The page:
We will be open for Saturday brunch from 10-3 and then for dinner from 4:30-10.  We will even supplement our beer list with a little Guinness!

Trust me, PRE-St. Patrick’s Day at the GO will rock your taste buds (or my name isn’t O’Kelley!)

February 21, 2013

GO Charleston Wine and Food Festival!

VIA

Long time; no blog!  We have admittedly been a bit remiss in our blogging lately but not without good reason.  Firstly, we must say thank you to all who participated in our Mardi Gras and Valentine’s festivities last week.  Y’all kept us super busy, and we loved every minute.  Hope you enjoyed yourselves as well!

Secondly, we are gearing up for the Charleston Wine and Food Festival, which starts next week.  (Above, see this year’s killer poster by local artist Robert Lange.)  We will be participating in several events and would love to see y’all there!

We are especially excited about the unveiling of food documentarian Joe York’s feature length film “Pride and Joy” on Wednesday evening at the American Theater.  York has been making short films for the Southern Foodways Alliance (SFA) since forever, and this compilation of that work should be pretty awesome.  If you are a food lover then this event and the SFA (a preservation group based out of Oxford, MS) should definitely be on your hit list.  We will serving pork belly lettuce wraps after the movie alongside some other delicious Charleston eateries.)  Click here to buy tickets!

VIA

We will also be in the Culinary Village on Friday from 2:30 to 3:30 serving up shrimp and grits with our own delicious, local, all natural sausage — Belle’s Country Links!  Click here to learn more about that demo! (And by the way, if you still have yet to experience Belle’s please see photo below to be convinced of their deliciousness.  Belle’s can be purchased here at the restaurant and in our web store.)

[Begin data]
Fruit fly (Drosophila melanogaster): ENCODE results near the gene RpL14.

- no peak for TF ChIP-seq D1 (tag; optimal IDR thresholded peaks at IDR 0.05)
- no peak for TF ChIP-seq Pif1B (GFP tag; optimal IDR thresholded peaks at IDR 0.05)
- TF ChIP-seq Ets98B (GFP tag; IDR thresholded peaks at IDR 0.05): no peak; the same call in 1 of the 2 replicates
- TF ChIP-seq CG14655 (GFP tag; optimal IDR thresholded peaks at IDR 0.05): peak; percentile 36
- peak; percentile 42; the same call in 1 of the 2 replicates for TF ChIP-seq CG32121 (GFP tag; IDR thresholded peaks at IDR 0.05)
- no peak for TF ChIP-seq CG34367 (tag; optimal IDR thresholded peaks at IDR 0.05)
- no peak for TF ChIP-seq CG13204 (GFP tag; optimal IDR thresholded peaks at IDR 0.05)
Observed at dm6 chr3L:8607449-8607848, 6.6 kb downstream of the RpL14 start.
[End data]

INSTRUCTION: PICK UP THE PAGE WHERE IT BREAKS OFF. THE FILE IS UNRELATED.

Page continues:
Belle's Country Links

And finally, we will be at the Festival After Hours Party on Saturday night from 8:30 to 11:30 in the bus shed.  We will once again be serving up our Belle’s Country Links there but this time over pickled cabbage.  Click here for tickets to that.

Hope to see y’all soon!

December 20, 2011

Remembering a Special Customer

As a restaurant owner who has spent time in the front and back of the house, I have to say that I enjoy meeting customers just as much as cooking food.  Actually, let me rephrase that to say I enjoy knowing customers just as much as cooking food.  When you go beyond a familiar “hello” with a regular customer and begin to know a bit about them, that’s what keeps each day from blending into the next.  And of course, there are certain customers who feel like old friends from the beginning.

Jack McCray was just such a friend and customer, and his recent passing left a definite hole in the Charleston community and in our little community at the Glass Onion.  Honestly, it is difficult for me to remember not knowing Jack.  I believe it was shortly after we opened the Glass Onion in the spring of 2008 that he came in to eat for the first time, and someone pointed him out with some loose description like “that jazz guy.”  At that point in GO history, I spent nearly every minute on the floor talking with customers — wanting to know them.  I must have struck up an easy conversation with Jack as I am completely enamored with the art of jazz music, and here I found a true jazz guru.

Seems like by his next visit, that I regarded Jack as a dear friend, sought his advice on jazz books, excitedly heard his then fledgling plans for the Charleston Jazz Orchestra (CJO), and of course made sure he enjoyed his fried catfish!